Richard E. Walton served as a consultant in the preliminary stages. The authors gratefully acknowledge the cooperation of Sigmund Arywitz, Calif. State Labor Commissioner, Asst. Commissioner Daniel N. Longaker, Division of Labor Law Enforcement Area Supervisors James J. Callahan and Joseph J. Blake, and also the assistance of Christy Globig and Jane Herman as coders. Donald Houston is especially thanked for his interest and counsel. Research would not have been possible without the understanding and cooperation of the 11 Deputy Commissioners whose hearings were observed.
Decisionmaking by Third Parties in Settling Disputes1
Version of Record online: 31 JUL 2006
Journal of Applied Social Psychology
Volume 3, Issue 3, pages 197–218, September 1973
How to Cite
Shaw, J. I., Fischer, C. S. and Kelley, H. H. (1973), Decisionmaking by Third Parties in Settling Disputes. Journal of Applied Social Psychology, 3: 197–218. doi: 10.1111/j.1559-1816.1973.tb02797.x
This research was conducted under National Science Foundation Grant GS-1121X. Shaw's participation was partially by a predoctoral fellowship from U.S. Public Health Service. Computing assistance was obtained from the Health Sciences Computing Facility, UCLA, sponsored by NIMH Special Research Resources Grant FR-3.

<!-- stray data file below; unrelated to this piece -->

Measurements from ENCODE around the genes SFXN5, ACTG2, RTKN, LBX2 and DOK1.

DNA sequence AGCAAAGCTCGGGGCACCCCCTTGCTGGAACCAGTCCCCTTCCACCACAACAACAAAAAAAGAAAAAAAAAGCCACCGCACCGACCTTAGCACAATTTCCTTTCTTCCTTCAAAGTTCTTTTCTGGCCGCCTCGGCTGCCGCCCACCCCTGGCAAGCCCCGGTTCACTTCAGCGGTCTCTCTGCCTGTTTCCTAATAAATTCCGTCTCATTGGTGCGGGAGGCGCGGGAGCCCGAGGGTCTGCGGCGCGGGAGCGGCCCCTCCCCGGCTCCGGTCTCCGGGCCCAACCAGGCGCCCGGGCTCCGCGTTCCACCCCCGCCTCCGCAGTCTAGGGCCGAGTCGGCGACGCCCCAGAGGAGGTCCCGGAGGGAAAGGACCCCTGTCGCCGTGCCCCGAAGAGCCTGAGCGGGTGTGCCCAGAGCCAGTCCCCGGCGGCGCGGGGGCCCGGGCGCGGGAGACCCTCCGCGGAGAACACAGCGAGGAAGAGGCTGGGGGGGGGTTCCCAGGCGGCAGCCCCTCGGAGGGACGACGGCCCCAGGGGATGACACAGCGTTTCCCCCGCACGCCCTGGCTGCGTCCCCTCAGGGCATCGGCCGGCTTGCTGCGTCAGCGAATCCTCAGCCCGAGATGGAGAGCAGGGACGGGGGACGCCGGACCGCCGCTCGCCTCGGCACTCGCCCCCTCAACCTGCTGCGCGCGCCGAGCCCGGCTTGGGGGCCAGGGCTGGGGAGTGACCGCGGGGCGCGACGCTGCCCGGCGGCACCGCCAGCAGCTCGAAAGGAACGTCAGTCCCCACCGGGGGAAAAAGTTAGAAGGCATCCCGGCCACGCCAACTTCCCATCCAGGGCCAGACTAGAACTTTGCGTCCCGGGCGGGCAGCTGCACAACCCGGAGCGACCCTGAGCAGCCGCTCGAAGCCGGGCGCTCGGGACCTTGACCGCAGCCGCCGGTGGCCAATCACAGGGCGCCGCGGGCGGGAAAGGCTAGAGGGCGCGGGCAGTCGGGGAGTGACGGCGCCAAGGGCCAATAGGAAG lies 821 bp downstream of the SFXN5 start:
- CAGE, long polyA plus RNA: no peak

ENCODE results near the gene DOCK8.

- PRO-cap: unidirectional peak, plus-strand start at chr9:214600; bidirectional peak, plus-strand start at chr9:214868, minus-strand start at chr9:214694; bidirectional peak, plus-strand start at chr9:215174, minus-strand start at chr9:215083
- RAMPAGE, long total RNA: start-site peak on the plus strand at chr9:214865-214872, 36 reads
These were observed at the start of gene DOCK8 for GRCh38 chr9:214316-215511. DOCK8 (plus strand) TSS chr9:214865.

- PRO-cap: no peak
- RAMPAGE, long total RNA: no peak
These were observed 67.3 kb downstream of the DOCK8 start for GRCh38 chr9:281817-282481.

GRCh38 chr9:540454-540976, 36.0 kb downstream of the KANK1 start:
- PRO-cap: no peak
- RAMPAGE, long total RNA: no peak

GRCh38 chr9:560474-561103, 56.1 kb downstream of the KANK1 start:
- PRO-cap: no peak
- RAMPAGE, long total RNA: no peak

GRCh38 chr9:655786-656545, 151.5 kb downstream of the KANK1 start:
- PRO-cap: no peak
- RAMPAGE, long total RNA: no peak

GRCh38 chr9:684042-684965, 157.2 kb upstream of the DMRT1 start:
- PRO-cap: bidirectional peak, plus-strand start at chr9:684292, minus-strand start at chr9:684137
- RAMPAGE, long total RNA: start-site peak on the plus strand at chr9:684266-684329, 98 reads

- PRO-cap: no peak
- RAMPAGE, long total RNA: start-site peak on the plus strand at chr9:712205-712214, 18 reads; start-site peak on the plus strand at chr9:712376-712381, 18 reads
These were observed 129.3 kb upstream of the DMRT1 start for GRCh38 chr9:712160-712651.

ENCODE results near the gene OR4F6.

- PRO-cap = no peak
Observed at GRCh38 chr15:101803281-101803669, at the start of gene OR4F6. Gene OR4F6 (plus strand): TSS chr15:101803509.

- Issue online: 31 JUL 2006
- Version of Record online: 31 JUL 2006
This study concerns decisionmaking by men who serve as third parties in disputes between two other individuals. A study was made of hearings at which a government official (O) attempted to judge the merits of a wage claim brought by a worker (C) against his former employer (D). O's attitudes before and after the hearing were assessed, and a content analysis was made of a script of the hearing process. O was the most active participant in the interaction. O developed more attitudinal structure about the case than he had had initially, and showed an increase in the degree of his evaluative differentiation between the contending parties. Unexpectedly, the consistency of O's attitudes about each party decreased somewhat in cases where he announced a decision. A striking pattern of evidence occurred concerning the special relation that usually developed between O and the “loser” of the case (the party less preferred by O at the end.) He reacted more negatively to the loser than he did positively to the winner. It was suggested that a postdecision contention between O and the loser was triggered by O's revelation of his judgment and that the subsequent interchange resulted in O's having a clear and negative view of the loser at the conclusion of the hearing.